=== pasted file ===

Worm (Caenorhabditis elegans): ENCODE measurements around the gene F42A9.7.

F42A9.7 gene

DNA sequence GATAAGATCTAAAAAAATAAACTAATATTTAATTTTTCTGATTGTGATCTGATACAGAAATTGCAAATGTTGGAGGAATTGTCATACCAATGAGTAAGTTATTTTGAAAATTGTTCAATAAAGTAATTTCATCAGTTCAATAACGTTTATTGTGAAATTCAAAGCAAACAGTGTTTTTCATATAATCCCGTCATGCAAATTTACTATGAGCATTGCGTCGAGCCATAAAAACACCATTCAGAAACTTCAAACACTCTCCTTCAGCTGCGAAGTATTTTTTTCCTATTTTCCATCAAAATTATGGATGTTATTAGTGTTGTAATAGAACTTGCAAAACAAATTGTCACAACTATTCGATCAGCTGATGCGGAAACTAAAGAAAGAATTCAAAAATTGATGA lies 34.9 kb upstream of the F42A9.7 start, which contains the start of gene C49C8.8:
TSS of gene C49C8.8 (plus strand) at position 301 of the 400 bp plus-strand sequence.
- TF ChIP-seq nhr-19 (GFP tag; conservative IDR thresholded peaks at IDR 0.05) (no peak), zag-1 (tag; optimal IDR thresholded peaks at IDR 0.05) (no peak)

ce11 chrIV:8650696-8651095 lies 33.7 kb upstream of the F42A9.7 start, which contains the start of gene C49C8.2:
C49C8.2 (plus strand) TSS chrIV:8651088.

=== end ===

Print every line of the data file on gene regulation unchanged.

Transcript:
Worm (Caenorhabditis elegans): ENCODE measurements around the gene F42A9.7.

F42A9.7 gene

DNA sequence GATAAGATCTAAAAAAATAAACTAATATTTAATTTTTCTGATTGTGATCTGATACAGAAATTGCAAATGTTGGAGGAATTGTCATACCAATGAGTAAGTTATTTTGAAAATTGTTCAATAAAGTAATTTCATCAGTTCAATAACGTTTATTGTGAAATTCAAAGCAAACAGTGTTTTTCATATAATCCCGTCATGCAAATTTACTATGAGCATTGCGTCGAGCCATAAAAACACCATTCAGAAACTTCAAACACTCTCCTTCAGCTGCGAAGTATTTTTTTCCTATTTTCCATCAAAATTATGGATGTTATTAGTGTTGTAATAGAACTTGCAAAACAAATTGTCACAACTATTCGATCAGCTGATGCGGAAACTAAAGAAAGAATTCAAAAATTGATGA lies 34.9 kb upstream of the F42A9.7 start, which contains the start of gene C49C8.8:
TSS of gene C49C8.8 (plus strand) at position 301 of the 400 bp plus-strand sequence.
- TF ChIP-seq nhr-19 (GFP tag; conservative IDR thresholded peaks at IDR 0.05) (no peak), zag-1 (tag; optimal IDR thresholded peaks at IDR 0.05) (no peak)

ce11 chrIV:8650696-8651095 lies 33.7 kb upstream of the F42A9.7 start, which contains the start of gene C49C8.2:
C49C8.2 (plus strand) TSS chrIV:8651088.